Re: Youth Protection Policy
Michael F. Bowman (mfbowman@CAPACCESS.ORG)
Sat, 23 Sep 1995 23:33:55 -0400
The disclosure made by a prospective-Scouter of being accused of, but not
convicted of child abuse certainly is a difficult situation. So far you
have his side of the story, which may or may not be an accurate recasting
of the facts. Your chartering organization is responsible for the first
level review of his character and based on this information needs to ask
more questions and dig a little deeper before approving him.
You stated there had been "no conviction" which implies that he was
charged and prosecuted. Is this true? If it is, the fact that there was
no conviction doesn't mean anything more than that the jury didn't think
the prosecution presented a case that proved beyond reasonable doubt that
a crime was committed. This could also mean that the preponderance of
the evidence was that he had committed a battery on the child. If he
wasn't charged or prosecuted, it might be easier to see this as situation
that is all to typical of marital dissolutions where the fighting spouses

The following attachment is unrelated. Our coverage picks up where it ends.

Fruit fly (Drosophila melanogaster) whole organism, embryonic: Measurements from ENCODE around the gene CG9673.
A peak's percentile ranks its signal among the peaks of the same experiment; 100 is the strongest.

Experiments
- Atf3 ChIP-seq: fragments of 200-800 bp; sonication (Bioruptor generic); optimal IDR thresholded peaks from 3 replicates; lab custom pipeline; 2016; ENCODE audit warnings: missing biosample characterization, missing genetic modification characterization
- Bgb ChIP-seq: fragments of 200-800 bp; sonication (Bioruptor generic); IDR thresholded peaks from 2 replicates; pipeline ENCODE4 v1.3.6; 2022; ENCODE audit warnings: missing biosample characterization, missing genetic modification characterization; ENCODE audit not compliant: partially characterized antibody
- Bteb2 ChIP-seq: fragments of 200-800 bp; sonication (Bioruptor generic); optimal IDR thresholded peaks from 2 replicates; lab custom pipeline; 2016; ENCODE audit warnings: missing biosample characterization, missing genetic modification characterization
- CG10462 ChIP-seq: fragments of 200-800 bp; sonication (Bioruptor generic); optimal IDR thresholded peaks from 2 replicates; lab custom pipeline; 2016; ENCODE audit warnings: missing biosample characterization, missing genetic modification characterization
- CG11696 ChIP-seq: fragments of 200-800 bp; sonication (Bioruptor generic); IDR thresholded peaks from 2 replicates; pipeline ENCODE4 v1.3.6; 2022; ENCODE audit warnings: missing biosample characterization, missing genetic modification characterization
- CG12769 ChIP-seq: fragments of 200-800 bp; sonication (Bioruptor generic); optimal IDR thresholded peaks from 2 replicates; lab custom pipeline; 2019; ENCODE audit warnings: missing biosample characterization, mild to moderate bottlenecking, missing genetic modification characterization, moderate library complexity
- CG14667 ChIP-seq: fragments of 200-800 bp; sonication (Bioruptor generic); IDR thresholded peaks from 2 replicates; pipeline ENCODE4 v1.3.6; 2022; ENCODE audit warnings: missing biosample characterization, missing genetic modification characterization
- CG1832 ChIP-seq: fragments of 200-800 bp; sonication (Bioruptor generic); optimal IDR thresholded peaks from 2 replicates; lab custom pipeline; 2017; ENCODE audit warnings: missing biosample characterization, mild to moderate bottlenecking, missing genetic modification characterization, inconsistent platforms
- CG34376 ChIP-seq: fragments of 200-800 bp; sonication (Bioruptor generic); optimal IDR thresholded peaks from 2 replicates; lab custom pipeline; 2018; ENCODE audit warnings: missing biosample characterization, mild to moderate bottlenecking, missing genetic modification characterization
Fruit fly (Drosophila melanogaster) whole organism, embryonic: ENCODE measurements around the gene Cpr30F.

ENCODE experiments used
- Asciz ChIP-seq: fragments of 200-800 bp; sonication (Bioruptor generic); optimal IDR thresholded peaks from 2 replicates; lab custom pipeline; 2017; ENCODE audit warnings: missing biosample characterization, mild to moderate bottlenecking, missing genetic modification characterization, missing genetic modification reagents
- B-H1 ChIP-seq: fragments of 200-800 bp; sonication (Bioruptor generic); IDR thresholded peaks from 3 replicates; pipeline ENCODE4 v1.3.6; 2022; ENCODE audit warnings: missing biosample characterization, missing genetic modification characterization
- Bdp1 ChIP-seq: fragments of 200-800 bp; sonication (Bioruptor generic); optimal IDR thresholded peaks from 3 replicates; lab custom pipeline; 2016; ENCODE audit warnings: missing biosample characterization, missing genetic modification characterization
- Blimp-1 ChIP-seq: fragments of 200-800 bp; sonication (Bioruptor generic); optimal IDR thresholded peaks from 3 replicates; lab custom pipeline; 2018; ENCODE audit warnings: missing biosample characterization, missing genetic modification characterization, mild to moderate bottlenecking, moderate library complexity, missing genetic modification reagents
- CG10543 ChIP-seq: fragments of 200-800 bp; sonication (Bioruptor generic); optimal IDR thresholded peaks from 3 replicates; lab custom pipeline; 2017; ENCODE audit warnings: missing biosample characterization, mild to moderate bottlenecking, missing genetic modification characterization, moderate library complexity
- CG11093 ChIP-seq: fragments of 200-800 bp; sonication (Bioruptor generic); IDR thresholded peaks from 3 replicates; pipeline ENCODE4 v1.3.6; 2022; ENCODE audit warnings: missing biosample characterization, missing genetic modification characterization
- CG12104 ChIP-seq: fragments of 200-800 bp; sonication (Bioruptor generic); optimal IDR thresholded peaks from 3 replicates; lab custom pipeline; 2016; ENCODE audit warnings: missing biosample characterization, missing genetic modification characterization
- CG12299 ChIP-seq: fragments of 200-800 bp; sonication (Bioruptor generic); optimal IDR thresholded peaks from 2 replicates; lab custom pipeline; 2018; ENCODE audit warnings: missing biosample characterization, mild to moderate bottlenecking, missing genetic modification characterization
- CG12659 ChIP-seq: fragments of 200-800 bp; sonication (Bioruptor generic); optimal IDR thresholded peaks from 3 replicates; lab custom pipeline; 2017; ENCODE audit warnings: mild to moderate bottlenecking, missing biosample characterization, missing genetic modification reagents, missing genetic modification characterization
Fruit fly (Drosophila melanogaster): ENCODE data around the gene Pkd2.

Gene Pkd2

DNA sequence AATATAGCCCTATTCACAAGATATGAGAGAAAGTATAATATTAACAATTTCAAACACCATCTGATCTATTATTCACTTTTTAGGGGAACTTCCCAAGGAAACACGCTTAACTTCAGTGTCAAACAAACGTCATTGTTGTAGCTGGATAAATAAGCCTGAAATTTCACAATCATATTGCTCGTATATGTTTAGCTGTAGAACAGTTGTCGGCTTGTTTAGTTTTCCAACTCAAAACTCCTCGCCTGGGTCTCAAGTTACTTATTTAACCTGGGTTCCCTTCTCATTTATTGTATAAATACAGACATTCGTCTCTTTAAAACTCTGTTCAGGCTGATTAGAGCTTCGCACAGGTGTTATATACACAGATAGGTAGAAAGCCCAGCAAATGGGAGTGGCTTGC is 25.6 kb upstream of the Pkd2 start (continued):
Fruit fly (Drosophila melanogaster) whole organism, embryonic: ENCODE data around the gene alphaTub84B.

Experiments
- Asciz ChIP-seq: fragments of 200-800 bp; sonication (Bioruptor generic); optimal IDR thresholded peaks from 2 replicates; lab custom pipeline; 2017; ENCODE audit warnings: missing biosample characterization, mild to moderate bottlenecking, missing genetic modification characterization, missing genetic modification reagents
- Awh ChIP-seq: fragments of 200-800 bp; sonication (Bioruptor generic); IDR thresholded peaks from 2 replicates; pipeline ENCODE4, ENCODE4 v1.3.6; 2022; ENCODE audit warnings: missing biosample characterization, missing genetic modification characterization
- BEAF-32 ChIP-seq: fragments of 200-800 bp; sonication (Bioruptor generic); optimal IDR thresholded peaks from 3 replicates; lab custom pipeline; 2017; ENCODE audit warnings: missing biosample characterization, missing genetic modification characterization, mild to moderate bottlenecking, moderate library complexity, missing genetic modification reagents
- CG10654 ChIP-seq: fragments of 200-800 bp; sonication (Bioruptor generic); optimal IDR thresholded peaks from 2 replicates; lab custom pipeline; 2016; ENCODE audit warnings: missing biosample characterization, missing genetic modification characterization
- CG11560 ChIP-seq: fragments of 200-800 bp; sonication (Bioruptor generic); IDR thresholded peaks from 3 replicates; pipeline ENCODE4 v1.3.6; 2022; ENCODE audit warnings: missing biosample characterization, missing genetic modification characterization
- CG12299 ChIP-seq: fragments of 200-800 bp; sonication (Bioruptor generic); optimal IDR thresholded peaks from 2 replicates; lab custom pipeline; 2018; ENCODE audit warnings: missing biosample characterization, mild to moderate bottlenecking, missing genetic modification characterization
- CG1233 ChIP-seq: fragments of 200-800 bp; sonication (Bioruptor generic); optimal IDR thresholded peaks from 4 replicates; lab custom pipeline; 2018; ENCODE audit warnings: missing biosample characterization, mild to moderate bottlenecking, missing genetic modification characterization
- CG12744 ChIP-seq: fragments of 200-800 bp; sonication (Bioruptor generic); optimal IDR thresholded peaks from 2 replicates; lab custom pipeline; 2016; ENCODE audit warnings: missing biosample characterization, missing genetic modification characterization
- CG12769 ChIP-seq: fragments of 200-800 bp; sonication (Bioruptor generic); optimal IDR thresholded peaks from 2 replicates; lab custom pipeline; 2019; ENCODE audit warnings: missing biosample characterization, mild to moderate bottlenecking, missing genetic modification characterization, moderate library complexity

try to damage each other in vicious attacks.
Unfortunately without a closer look into his past, the information you
have is pretty lean for making a decision.
This is a situation where the Chartered Organization Representative or
the Institutional Head needs to have a discussion with the Scout
Executive to decide how best to proceed and what questions need to be
What evidence existed at the time to suggest abuse?
What triggered the alleged abuse?
Was there a problem that has been treated by counseling?
Was there an untreated problem - substance abuse, alcohol, etc.?
Has the individual had other reported but not prosecuted instances of the
Has the individual demonstrated over the last eight years good character?
It may well be that after looking at some of these questions, the feeling
will be that what did or did not happen eight years ago is not likely to
be repeated and that their is no risk. This result is probably
unlikely, however. If there is any question or doubt, the Scout
Executive and the chartering organization are going to act to protect the
interests of the Scouts and not accept the registration. This sounds
pretty tough, but they have to be concerned with the welfare of the boys
and that balances a lot heavier in most places than an adult's right to
Speaking only for myself in the Scouting Spirit, Michael F. Bowman
DDC-Training, GW Dist. Nat Capital Area Council mfbowman@CAPACCESS.ORG
Terry Howerton Sakima Group, Inc. SCOUTER Magazine Kansas City